Ordinary Intersections: Speculations on Difference, Justice, and Utopia in Black Queer Life

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The presentation draws on three ordinary scenes from black queer life to reexamine Kimberle Crenshaw's groundbreaking articulation of intersectionality. The first scene describes the July 2000 murder of black gay Arthur “J.R.” Warren by two young white men in Grant Town, West Virginia. The second scene comes from my autoethnographic work in the virtual sexual counterpublics in Austin, Texas and a startlingly concrete encounter with online racism. The third scene comes from Phoenix Fabrik, a play by Daniel Alexander Jones, which explores the thrill and terror of loss and revenge in the aftermath of a lynching. Difference, pleasure, and violence are in each of these examples profoundly imbricated in ways that challenge established theoretical conventions for making sense of racial and sexual subjectivities and communities. While notions of the everyday and of intersectionality have performed powerful analytic work for anthropologists, they falter precisely when they attempt to make coherent the heady confluence of uneven, disruptive, and banal imaginings, forces, and longings that comprise “the ordinary.” The presentation therefore argues for more nuanced theoretical conceptions of intersectionality and of the ordinary not out of a desire for a new and improved or more robust theory of difference, but as an initial, tentative, and partial effort toward doing justice to the complexity and the promise of the lives we as social scientists attempt to explain.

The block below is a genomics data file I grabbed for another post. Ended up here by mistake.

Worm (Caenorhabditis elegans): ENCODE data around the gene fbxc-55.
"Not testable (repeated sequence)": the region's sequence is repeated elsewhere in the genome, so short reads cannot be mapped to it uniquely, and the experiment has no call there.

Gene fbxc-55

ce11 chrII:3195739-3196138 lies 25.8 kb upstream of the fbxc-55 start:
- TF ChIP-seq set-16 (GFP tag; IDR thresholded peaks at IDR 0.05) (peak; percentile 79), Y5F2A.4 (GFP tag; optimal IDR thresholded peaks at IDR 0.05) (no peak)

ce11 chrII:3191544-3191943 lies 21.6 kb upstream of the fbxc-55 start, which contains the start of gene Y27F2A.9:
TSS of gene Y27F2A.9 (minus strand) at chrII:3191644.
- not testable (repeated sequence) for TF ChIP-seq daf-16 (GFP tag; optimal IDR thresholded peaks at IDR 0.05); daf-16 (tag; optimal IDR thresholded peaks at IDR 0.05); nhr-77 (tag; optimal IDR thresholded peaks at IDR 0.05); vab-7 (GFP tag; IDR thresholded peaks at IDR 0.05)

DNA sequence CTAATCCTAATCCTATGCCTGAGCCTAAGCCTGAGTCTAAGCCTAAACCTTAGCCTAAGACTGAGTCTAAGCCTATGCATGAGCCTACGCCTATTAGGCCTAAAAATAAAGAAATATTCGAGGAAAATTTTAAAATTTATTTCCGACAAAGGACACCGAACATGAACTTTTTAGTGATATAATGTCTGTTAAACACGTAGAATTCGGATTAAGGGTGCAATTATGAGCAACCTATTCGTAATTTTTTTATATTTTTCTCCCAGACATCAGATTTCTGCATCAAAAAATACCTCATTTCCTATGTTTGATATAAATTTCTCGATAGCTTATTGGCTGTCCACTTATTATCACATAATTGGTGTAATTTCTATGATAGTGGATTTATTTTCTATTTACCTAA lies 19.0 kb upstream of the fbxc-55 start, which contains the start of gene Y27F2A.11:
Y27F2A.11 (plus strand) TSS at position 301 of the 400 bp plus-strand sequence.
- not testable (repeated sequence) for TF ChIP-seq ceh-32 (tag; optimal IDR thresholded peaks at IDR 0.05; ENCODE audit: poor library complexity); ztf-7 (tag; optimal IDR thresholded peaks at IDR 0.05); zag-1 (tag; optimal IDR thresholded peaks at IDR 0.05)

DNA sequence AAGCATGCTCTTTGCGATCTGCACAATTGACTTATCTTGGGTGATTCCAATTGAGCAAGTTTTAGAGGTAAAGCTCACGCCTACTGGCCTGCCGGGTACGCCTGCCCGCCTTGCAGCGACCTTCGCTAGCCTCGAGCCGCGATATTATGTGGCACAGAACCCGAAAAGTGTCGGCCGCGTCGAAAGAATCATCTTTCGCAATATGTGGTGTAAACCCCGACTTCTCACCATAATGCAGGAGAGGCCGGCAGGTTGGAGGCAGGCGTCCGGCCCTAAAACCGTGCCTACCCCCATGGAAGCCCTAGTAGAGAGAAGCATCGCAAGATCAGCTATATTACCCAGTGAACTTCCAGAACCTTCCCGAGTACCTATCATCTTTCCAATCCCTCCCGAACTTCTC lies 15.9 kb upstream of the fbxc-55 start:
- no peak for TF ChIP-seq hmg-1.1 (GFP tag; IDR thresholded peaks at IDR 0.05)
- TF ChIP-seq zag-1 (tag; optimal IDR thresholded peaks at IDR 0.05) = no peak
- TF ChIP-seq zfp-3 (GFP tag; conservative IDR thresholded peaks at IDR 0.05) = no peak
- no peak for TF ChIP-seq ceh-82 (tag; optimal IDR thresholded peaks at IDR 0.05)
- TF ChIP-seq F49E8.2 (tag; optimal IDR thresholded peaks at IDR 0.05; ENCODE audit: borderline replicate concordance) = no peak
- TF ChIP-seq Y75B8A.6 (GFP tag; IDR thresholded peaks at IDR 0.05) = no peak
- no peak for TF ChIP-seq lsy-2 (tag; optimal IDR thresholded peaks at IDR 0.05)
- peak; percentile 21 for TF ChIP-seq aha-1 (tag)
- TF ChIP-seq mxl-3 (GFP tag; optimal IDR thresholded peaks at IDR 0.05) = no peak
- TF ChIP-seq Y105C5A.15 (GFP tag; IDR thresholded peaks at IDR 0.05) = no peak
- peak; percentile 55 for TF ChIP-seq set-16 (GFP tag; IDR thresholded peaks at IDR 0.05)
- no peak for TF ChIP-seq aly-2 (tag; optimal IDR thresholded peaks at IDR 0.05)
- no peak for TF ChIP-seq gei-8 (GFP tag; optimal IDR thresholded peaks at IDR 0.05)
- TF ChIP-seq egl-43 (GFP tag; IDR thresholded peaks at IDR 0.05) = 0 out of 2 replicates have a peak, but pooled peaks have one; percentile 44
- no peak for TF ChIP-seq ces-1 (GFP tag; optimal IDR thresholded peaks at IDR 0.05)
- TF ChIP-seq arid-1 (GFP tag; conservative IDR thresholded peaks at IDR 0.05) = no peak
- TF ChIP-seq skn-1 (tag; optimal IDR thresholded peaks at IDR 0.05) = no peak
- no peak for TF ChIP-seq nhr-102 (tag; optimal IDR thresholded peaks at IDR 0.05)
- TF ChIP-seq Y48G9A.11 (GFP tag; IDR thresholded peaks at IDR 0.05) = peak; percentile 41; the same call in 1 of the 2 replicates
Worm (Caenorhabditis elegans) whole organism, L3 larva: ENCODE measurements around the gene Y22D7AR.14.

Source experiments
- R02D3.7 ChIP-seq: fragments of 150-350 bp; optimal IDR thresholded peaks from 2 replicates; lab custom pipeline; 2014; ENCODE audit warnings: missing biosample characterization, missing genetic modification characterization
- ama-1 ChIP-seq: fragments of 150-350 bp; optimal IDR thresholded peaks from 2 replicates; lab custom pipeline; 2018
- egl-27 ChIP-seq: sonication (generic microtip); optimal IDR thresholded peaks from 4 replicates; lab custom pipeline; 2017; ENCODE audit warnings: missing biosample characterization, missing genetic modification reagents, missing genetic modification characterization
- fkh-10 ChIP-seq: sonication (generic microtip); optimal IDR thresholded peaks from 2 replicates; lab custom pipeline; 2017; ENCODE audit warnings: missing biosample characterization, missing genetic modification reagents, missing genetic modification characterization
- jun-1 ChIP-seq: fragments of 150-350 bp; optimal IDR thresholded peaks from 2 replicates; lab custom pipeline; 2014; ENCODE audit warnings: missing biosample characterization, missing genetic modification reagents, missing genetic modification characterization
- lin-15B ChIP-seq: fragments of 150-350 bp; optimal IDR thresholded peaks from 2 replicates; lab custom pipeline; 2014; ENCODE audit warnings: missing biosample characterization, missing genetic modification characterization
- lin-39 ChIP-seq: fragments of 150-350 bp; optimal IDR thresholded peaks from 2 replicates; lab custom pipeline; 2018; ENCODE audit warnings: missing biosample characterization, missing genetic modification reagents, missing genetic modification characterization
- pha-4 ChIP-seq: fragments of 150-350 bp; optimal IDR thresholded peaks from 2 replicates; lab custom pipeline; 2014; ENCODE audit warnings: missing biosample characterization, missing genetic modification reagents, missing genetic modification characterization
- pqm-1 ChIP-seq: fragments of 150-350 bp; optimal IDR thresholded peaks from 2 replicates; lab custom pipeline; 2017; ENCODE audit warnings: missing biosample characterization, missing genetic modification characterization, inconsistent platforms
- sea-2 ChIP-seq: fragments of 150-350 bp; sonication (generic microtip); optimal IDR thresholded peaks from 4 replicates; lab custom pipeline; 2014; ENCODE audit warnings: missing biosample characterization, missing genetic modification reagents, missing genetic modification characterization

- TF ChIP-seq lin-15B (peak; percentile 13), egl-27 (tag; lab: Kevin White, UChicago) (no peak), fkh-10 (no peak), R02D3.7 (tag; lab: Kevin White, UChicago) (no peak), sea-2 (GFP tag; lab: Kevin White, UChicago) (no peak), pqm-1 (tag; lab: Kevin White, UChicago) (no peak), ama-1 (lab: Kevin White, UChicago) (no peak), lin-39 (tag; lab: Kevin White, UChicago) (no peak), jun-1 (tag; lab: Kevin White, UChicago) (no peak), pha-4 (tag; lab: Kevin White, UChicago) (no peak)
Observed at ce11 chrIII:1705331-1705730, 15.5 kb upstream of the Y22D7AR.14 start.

Keywords: Black, Queer, Ordinary, Affect
Stream: Anthropology, Archaeology, Cultural Studies, Humanities
Presentation Type: Paper Presentation in English
Paper: A paper has not yet been submitted.


Dr. Shaka McGlotten

Assistant Professor of Anthropology and Media, Society, and the Arts, Natural and Social Sciences, Purchase College
New York, New York, USA

My research focuses on the intersection of three areas: race, desire, and technoscience. Disciplinarily, I am invested in anthropology and cultural studies, as well as critical race and queer studies. And intellectually I am heavily influenced by critical theory, especially French poststructuralism. In my work, I seek to make links between the abstract and the concrete in studies of racial violence, sexual counterpublics, and virtual intimacies. I have conducted ethnographic work on public sex and on cyberspace. Currently, I am pursuing projects on queer publics, including an examination of rural gay and lesbian communities. I continue as well my research into the saturation of ordinary life by computer technologies, considering among other things, virtual spaces such as Second Life and World of Warcraft.

Ref: I08P0357